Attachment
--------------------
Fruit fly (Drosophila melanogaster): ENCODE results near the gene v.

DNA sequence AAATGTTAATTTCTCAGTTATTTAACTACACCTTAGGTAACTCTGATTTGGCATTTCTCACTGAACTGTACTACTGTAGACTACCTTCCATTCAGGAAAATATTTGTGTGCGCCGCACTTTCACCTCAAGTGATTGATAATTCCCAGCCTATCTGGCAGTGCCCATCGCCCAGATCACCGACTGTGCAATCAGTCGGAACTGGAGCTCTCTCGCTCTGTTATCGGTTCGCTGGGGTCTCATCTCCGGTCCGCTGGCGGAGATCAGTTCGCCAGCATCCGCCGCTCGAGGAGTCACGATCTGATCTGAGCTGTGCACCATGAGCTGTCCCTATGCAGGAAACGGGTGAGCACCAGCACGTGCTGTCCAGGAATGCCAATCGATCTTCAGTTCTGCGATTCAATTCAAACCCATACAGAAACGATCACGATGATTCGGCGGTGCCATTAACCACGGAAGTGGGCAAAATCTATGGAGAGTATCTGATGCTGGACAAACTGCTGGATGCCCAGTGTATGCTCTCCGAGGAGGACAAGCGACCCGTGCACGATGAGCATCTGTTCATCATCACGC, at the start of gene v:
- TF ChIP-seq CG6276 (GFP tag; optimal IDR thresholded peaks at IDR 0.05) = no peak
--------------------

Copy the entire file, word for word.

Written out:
Fruit fly (Drosophila melanogaster): ENCODE results near the gene v.

DNA sequence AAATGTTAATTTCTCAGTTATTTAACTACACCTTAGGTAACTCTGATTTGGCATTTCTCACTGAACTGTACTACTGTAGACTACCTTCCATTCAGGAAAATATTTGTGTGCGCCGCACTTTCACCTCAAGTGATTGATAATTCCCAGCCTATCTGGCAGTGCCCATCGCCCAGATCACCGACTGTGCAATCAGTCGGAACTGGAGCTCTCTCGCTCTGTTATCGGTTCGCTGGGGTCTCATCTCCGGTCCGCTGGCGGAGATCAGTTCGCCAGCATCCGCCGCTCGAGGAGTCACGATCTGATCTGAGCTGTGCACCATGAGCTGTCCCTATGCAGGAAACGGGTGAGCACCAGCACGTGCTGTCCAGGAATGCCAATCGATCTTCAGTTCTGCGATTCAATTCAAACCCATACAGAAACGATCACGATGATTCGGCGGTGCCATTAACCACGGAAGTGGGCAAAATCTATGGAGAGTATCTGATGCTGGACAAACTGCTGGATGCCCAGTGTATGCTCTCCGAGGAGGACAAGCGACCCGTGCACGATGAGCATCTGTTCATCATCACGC, at the start of gene v:
- TF ChIP-seq CG6276 (GFP tag; optimal IDR thresholded peaks at IDR 0.05) = no peak